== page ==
When you think of recycling, you probably think of cans, plastic bottles and newspapers. Well, think a little bigger.
There are businesses devoted to recycling metal, paper, plastic, oil, textiles, cell phones, computers, motors, batteries, Christmas lights, cars and more. The hidden world of globalized recycling and reclamation, and its impact on the environment and the global economy, is the subject of the new book Junkyard Planet by journalist Adam Minter.
Originally published on Wed November 13, 2013 3:06 pm
Typhoon Haiyan made landfall in the Philippines on Friday, packing winds of close to 200 mph. Haiyan, known as Yolanda in the Philippines, devastated the city of Tacloban and the surrounding areas. At the time of impact, it was being called the "strongest tropical cyclone on record."
Originally published on Wed November 13, 2013 1:50 pm
Pedro Quezada, winner of a $338 million Powerball lottery prize in March 2013, is being sued by his ex-girlfriend for a greater share of the winnings. In the course of the legal proceedings, Quezada's lawyer made public an interesting tidbit: Quezada has sent a whopping $57 million to the Dominican Republic. It's a high-profile and big-ticket example of an everyday phenomenon where immigrants to the U.S. send a total of billions and billions of dollars back to their country of origin.
Originally published on Wed November 13, 2013 1:51 pm
(This post was updated at 4:40 p.m. ET)
How did TV's most storied newsmagazine make such a huge mistake? And why won't they explain exactly what happened?
Those are the questions left unanswered days after 60 Minutes correspondent Lara Logan and CBS News Chairman Jeff Fager retracted an Oct. 27 story about the terrorist attack on the U.S. mission in Benghazi, Libya, that featured a suspect source: government contractor Dylan Davies.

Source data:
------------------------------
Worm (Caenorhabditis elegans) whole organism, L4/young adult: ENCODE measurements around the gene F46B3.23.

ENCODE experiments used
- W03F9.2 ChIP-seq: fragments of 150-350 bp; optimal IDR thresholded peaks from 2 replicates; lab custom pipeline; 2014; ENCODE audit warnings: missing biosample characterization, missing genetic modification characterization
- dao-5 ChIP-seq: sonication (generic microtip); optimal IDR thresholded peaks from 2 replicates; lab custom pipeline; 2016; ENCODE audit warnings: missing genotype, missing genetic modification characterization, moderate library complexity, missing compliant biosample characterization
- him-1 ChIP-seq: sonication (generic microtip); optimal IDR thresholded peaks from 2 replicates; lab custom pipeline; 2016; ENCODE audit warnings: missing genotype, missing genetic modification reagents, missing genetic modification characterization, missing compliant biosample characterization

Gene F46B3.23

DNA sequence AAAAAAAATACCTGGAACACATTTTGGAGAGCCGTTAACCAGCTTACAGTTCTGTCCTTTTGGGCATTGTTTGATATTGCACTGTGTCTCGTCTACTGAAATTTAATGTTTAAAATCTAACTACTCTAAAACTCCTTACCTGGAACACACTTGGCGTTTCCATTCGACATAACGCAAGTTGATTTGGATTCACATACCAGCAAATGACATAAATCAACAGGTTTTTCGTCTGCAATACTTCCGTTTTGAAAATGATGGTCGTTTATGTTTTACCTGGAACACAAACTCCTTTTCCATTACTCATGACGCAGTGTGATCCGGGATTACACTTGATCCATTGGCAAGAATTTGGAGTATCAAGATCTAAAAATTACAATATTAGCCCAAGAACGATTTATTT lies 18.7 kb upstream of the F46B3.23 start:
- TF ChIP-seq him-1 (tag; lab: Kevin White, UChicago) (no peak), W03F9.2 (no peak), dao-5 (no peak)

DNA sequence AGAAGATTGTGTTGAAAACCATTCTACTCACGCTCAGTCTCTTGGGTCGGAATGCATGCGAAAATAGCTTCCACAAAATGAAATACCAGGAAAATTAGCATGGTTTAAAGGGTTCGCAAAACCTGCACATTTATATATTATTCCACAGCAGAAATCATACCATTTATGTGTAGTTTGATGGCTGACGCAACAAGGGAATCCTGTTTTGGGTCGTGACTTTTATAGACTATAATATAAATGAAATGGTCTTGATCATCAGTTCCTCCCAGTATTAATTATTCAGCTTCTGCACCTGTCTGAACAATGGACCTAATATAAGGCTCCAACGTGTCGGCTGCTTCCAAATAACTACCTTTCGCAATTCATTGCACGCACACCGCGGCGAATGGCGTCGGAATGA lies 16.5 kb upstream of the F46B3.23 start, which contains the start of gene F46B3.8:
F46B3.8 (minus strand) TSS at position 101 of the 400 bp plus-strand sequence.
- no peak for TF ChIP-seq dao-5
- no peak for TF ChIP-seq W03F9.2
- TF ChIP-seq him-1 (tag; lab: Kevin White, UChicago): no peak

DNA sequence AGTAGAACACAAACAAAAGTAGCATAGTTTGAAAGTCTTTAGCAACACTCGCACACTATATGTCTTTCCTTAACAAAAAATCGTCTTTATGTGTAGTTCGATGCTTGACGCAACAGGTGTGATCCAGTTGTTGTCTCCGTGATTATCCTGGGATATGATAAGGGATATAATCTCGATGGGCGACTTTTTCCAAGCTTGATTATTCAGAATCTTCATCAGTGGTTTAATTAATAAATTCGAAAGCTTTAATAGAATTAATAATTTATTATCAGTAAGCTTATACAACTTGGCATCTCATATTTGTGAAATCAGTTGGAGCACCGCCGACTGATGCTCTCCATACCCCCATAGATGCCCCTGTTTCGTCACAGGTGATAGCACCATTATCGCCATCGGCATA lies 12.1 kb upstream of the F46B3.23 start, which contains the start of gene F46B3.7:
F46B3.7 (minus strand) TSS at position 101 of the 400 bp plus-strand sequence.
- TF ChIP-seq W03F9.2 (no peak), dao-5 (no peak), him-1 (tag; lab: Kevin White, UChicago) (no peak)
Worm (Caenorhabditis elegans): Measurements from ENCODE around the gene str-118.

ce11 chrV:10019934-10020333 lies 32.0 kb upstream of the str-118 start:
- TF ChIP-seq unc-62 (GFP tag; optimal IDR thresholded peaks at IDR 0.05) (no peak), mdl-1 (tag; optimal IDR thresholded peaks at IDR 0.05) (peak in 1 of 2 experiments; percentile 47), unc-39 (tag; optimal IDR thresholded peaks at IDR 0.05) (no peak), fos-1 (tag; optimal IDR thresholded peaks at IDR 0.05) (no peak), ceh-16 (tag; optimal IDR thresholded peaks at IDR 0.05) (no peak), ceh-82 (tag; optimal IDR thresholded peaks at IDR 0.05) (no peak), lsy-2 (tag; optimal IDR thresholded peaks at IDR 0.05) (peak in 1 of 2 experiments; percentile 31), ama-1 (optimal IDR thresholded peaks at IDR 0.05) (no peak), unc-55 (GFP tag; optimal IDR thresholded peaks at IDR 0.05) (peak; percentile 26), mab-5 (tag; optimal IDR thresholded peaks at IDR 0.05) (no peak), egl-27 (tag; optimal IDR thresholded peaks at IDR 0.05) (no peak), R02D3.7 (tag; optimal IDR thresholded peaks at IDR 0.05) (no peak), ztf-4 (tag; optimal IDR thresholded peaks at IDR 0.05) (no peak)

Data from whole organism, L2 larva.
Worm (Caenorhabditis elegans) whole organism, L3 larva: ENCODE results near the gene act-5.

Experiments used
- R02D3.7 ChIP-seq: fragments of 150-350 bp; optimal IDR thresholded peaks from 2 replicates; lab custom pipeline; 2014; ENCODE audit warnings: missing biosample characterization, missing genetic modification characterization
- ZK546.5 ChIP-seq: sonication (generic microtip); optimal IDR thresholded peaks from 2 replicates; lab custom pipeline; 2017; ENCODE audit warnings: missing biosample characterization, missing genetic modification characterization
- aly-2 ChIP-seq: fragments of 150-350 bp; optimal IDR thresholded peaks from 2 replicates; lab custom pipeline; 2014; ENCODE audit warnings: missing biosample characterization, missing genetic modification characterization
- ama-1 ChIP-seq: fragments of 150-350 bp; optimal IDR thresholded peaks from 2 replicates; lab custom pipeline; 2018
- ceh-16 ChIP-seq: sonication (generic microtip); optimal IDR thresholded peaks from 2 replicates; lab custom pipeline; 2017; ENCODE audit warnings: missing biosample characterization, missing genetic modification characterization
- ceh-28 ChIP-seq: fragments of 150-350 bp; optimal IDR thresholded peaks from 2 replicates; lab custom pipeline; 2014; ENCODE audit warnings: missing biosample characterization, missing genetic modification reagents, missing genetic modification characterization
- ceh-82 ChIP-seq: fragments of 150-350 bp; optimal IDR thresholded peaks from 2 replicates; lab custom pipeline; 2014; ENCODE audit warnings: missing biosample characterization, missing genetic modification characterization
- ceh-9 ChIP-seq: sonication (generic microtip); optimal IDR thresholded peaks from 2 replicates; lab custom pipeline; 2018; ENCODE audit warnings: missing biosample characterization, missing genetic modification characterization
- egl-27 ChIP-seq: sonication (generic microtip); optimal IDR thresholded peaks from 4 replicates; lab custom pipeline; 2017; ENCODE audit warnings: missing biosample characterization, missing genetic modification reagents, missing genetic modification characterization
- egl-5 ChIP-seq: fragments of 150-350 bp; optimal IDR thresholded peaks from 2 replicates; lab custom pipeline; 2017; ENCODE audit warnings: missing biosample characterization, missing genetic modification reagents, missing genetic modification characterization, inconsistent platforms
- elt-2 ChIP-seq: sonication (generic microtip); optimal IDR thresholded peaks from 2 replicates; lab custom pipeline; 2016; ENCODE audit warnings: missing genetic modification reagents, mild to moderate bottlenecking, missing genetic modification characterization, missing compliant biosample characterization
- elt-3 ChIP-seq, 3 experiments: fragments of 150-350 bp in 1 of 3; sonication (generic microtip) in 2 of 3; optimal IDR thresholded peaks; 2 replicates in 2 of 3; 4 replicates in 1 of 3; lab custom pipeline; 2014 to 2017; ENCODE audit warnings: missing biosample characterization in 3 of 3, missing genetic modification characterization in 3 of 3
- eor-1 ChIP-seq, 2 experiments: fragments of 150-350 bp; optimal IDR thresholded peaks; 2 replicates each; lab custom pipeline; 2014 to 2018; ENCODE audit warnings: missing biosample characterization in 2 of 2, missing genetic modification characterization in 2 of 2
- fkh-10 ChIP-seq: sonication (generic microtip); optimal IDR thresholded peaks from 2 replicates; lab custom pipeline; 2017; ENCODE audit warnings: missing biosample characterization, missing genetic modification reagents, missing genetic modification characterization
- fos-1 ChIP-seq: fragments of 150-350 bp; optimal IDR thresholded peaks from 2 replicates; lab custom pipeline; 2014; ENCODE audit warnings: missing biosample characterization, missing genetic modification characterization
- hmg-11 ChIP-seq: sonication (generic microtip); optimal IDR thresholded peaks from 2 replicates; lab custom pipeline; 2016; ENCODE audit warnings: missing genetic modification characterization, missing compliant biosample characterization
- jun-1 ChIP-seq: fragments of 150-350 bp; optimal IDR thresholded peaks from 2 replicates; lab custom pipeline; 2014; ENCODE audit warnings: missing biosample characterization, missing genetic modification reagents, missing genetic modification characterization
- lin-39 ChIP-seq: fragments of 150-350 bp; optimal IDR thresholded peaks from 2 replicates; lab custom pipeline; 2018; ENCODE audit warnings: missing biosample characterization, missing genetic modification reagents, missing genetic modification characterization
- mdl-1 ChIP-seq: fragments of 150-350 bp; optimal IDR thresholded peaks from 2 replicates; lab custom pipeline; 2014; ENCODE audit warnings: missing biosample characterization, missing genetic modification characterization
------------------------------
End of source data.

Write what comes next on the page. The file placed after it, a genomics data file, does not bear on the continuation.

When it comes to dating the rules aren't always black and white. And when you add race into the equation things can become even more complicated.
The online dating website "Are You Interested" analyzed over 2.4 million interactions on their site and found that Asian women are more likely to get a message from a man of any race—unless those men are Asian.
AYI also found that white men are pursued the most by women of all races—except black women, who are least likely to get a message from anyone.
The group Peace First is handing out $50,000 in prizes to young people who promote peace in their communities. Host Michel Martin speaks with Eric Dawson, the co-founder and president of Peace First, and recipient Babatunde Salaam.
As an aid worker, Jessica Alexander worked in Rwanda, Sudan, Sierra Leone, and Haiti, but don't call her a hero or a saint. Alexander tells Michel Martin about why she wanted to challenge perceptions of aid workers in her new book, Chasing Chaos: My Decade In and Out of Humanitarian Aid.
Wrecked infrastructure is making it hard for Filipino Americans to find out the status of family members affected by Typhoon Haiyan. Host Michel Martin speaks with Jessica Petilla, a Filipino doctor in New York who has immediate family in the hard hit province of Leyte.
Originally published on Wed November 13, 2013 9:55 am
(With the day's court action over, we updated this post at noon ET.)
Confronting James "Whitey" Bulger, who she believes killed her father in addition to the 11 people he's been convicting of murdering, a woman told the mob boss Wednesday morning that "we got you, you rat."
Originally published on Wed November 13, 2013 5:53 pm
The usual question for Americans on an Anniversary of National Significance is: Where Were You When...?
Where Were You When you learned that: Martin Luther King Jr. had been shot on April 4 in 1968? Neil Armstrong walked on the moon on July 21, 1969? The twin towers of the World Trade Center were attacked on Sept. 11, 2001?
But there is another question of orientation: Who Were You When ... a certain nation-changing event occurred?
This is who I was — 50 years ago this month — when I heard that President John F. Kennedy had been shot.